Agencies’ Deliberative Process Documents Could Be Withheld Under Freedom of Information Act

Category: Client Update
Date: Feb 6, 2019 04:32 PM

In a case decided under the Federal Freedom of Information Act (FOIA), the Ninth Circuit Court of Appeals found that documents generated by the U.S. Fish and Wildlife Service (USFSW) and National Marine Fisheries Service (NMFS) were exempt from disclosure under the FOIA’s deliberative process privilege. 

In 2011, the Environmental Protection Agency (EPA) proposed new regulations governing cooling water intake facilities (facilities that draw water from U.S. lakes, streams, and some waterways to be used in the private manufacturing process).  As part of the rule-making process, the EPA consulted with the FWS and NMFS (the Agencies) regarding the potential impact of the new regulations on endangered species.  In early November 2014, the Agencies provided the EPA with a summary of what they believed the proposed rule would do, and the EPA responded with corrections.  The Agencies and the EPA exchanged further communications and documents during the rulemaking process.  The EPA’s final rule was published in March 2014. The Sierra Club then made an FOIA request, asking the Agencies for records generated during the rule-making process. When the Agencies declined, the Sierra Club sued.

The Ninth Circuit ordered disclosure of some documents but found that several items were protected by the Agencies’ “deliberative process privilege.” FOIA, like the California Public Records Act, requires broad disclosure of government documents. However, FOIA does not require disclosure of “inter-agency or intra-agency memorandums or letters” that come within the “deliberative process privilege.”  The privilege protects agency decisions by “ensuring that the frank discussion of legal or policy matters in writing, within the agency, is not inhibited by public disclosure.” To qualify for the privilege, documents must: 1) be generated by a government agency prior to the agency’s final decision on the issue reflected in the documents; and 2) must be deliberative. Applying this standard, the Ninth Circuit found that two categories of items the Sierra Club sought did not have to be disclosed.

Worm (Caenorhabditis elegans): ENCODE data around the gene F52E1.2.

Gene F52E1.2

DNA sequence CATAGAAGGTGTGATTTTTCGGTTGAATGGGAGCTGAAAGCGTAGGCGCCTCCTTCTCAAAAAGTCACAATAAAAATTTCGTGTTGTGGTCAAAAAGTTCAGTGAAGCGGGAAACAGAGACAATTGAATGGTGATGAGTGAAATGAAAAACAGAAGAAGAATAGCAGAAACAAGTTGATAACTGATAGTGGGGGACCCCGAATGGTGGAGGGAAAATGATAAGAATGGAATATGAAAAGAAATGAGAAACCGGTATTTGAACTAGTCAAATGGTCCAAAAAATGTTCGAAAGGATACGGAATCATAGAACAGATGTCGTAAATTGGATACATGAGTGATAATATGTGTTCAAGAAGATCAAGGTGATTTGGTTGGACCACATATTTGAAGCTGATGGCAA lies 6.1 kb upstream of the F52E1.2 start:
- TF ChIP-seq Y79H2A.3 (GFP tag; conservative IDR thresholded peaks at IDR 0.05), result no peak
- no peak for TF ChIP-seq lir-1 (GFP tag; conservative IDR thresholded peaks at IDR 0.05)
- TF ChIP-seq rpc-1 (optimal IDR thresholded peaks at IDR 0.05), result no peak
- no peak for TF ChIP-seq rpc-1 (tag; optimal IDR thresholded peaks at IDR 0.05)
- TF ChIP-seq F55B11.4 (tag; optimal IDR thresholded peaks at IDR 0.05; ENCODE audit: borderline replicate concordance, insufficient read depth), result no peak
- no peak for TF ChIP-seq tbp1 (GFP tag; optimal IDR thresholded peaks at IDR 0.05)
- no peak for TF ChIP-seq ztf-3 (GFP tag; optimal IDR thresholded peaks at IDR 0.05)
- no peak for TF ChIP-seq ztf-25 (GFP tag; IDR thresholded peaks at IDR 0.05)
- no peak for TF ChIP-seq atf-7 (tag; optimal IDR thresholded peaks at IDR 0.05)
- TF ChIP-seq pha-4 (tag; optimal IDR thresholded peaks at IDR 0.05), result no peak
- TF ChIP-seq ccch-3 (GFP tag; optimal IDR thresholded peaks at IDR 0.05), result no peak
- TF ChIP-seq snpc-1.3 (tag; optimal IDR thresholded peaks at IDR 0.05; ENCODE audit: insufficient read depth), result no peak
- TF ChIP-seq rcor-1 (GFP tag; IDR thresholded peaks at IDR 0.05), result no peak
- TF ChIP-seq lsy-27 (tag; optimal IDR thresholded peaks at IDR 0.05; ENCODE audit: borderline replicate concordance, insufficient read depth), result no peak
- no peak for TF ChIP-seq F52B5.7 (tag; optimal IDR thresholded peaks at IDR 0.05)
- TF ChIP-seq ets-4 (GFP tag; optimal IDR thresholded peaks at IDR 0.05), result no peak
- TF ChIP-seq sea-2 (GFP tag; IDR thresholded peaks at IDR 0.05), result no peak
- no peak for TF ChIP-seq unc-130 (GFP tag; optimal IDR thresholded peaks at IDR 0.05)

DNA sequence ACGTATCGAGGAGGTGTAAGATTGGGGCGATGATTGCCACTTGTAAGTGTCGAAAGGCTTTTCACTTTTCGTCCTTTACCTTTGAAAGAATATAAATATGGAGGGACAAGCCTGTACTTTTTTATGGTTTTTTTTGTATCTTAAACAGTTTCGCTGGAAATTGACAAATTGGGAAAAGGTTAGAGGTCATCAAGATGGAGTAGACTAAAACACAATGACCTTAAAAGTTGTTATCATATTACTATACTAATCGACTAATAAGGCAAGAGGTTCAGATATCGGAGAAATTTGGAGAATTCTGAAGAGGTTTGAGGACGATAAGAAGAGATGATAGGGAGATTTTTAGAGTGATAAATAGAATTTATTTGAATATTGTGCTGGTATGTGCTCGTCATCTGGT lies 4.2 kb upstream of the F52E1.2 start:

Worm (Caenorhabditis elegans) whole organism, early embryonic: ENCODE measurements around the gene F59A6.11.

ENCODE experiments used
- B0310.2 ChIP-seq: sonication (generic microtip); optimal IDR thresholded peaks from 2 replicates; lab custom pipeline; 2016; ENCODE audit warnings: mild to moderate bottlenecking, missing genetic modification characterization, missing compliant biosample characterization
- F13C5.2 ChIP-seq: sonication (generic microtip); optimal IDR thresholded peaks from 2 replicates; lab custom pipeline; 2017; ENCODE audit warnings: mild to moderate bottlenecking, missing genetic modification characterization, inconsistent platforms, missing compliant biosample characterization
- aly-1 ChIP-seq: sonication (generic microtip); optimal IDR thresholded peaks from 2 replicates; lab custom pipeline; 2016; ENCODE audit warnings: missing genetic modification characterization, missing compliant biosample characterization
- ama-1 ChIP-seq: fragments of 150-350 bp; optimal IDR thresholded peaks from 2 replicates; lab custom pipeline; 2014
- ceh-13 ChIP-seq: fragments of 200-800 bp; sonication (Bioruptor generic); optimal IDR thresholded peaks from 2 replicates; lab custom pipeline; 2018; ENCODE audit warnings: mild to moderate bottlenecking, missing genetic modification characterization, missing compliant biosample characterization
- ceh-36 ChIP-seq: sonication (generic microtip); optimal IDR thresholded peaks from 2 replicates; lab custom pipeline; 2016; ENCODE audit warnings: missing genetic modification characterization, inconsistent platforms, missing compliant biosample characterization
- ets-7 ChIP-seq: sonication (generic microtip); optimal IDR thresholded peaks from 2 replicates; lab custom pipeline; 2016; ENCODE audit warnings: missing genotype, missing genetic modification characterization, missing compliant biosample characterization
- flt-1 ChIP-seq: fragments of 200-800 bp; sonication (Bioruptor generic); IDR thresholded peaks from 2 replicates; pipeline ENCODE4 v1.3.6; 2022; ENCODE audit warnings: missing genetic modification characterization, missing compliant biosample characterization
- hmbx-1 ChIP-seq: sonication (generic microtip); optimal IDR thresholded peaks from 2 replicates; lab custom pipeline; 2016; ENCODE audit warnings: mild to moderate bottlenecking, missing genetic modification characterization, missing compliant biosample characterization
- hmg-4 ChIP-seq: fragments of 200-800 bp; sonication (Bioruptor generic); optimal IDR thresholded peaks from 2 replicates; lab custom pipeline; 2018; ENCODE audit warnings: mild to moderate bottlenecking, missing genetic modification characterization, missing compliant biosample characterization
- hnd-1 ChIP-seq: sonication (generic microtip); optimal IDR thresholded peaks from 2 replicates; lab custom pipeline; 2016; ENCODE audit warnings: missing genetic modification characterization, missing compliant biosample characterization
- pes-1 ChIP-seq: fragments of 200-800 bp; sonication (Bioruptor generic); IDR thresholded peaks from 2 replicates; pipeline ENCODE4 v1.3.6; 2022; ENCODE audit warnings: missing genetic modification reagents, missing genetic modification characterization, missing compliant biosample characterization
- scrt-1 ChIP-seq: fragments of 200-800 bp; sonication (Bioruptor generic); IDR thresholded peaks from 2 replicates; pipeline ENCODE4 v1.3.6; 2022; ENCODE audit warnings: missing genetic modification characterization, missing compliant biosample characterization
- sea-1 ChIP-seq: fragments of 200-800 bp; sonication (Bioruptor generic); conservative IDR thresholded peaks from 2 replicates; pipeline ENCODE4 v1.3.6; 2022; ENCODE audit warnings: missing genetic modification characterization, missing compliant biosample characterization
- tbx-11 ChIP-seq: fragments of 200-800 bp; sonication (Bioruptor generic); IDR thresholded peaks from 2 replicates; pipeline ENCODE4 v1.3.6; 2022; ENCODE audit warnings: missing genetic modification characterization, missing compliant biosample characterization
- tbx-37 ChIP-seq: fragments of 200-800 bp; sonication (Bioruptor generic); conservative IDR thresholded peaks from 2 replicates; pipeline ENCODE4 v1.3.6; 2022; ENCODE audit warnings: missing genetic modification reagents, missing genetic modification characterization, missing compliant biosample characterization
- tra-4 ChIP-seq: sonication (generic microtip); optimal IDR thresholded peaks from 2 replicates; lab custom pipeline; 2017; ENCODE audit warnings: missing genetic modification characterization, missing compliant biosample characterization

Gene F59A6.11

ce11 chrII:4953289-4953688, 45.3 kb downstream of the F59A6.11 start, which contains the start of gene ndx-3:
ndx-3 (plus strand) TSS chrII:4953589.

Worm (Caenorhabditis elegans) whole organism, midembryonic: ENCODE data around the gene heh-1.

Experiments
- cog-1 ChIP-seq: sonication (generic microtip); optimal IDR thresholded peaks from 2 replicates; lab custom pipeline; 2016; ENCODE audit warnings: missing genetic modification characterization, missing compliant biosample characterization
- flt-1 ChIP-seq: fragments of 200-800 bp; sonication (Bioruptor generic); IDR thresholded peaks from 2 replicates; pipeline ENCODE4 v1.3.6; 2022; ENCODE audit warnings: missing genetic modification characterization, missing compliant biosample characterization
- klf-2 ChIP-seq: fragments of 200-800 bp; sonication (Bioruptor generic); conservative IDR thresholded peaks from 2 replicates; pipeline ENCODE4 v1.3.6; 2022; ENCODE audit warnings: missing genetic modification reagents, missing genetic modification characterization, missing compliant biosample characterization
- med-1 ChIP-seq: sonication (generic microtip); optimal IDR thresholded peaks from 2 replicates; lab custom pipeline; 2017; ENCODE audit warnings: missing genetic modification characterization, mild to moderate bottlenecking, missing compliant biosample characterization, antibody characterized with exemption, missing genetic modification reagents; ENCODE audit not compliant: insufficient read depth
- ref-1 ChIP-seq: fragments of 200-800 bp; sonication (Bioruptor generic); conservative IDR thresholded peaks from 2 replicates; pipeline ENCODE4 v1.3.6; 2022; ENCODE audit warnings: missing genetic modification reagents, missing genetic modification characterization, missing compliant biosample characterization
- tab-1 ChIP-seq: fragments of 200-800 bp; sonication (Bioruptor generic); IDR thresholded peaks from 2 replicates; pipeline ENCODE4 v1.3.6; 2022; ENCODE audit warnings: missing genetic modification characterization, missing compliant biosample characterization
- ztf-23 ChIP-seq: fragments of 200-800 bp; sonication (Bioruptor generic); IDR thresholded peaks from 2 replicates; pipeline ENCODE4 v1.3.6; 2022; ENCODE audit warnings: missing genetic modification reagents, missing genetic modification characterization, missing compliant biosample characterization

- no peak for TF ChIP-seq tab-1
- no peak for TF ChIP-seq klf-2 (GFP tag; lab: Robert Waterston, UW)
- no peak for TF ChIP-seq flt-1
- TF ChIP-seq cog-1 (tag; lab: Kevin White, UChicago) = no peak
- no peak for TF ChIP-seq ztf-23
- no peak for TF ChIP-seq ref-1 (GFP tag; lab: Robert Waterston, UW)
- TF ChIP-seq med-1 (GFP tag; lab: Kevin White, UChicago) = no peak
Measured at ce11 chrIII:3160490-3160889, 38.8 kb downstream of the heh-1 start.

First, the court found that the Agencies’ draft opinions that were created in November 2014 could remain secret. After reviewing the EPA’s proposed rule, the Agencies concluded that the rule would jeopardize species protected by the Endangered Species Act and their habitats, and proposed reasonable and prudent alternatives (RPAs) in the form of draft opinions.  The FWS generated multiple drafts of the RPA draft opinions. The court found that because the FWS RPA documents would reveal their “internal vetting process,” and were generated before the Agencies issued a formal opinion on the EPA regulations, they were not subject to disclosure. 

Second, the court found that a draft opinion the NMFS created in April 2014 that addressed the impact of a revised version of the EPA’s rule, and which was only circulated internally to the NMFS, was protected from disclosure.  The NMFS had prepared a subsequent opinion in May 2014 (also prior to the EPA’s final rule).  Reading the two opinions could reveal NMFS’s deliberations about the proposed rules, the court found.

Thus, the Ninth Circuit reversed the trial court’s order to disclose those categories of documents.

Sierra Club, Inc. v. United States Fish and Wildlife Service (9th Cir. 2018) 911 F.3d 967, 2018 WL 6713260.

Note:

California’s Public Record Act utilizes a balancing test to determine whether an agency’s withholding of documents that could reveal an agency’s deliberative process is appropriate.  An agency must show “that on the facts of the particular case the public interest served by not disclosing the record clearly outweighs the public interest served by disclosure of the record.” (Gov. Code section 6255 (a)).  Although the Sierra Club decision involved the FOIA, courts addressing CPRA matters could find the decision persuasive.

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